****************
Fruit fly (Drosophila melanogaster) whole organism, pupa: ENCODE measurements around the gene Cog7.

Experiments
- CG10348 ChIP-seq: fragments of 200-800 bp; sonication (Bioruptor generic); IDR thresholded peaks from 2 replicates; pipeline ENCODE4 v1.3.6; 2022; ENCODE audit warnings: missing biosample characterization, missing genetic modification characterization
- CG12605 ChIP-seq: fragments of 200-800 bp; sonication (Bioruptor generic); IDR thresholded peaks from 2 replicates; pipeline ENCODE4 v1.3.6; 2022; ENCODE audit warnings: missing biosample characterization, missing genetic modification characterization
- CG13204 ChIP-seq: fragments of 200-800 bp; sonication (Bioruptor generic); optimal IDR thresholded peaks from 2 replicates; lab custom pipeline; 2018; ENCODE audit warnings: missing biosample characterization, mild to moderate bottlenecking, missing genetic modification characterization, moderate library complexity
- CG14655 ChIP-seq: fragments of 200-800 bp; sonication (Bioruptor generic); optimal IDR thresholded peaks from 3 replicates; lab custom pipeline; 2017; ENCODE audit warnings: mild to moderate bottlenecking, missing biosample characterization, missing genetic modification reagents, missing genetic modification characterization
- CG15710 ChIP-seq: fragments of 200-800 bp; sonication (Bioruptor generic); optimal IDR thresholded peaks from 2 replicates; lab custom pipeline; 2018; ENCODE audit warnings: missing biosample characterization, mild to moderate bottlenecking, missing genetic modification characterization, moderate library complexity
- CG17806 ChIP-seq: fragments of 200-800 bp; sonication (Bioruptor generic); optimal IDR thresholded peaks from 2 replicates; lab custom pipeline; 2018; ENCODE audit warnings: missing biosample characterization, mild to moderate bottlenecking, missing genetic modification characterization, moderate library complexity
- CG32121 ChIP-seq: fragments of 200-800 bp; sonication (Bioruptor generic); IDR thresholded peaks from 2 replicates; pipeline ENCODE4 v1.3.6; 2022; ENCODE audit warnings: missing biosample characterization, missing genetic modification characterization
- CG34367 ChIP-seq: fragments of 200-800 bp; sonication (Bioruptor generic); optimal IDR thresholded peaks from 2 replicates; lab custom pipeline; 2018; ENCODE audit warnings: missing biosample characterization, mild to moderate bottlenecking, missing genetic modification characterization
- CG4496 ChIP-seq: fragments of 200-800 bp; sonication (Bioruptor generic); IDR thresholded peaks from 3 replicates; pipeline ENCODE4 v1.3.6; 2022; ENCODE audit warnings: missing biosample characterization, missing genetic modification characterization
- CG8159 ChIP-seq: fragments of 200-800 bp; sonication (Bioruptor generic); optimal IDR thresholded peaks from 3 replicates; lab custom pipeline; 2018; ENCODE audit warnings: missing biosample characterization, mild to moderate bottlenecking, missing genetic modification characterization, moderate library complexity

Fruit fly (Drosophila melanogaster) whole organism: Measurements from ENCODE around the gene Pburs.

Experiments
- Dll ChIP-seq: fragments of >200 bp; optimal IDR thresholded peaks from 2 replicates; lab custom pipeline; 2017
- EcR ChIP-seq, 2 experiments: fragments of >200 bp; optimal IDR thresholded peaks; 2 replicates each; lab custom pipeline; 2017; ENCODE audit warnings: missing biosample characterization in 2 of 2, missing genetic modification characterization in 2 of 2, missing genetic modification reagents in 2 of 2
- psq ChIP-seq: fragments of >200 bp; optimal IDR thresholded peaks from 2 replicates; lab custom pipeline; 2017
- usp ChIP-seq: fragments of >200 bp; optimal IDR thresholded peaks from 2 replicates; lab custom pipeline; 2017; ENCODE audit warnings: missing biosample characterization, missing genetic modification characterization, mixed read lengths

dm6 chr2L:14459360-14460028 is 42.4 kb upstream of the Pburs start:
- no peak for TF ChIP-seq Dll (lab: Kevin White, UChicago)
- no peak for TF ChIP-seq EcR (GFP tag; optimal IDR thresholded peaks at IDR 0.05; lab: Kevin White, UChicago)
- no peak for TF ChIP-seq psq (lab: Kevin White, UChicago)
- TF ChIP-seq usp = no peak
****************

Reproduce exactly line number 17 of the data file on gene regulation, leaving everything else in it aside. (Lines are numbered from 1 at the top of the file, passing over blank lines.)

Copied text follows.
- psq ChIP-seq: fragments of >200 bp; optimal IDR thresholded peaks from 2 replicates; lab custom pipeline; 2017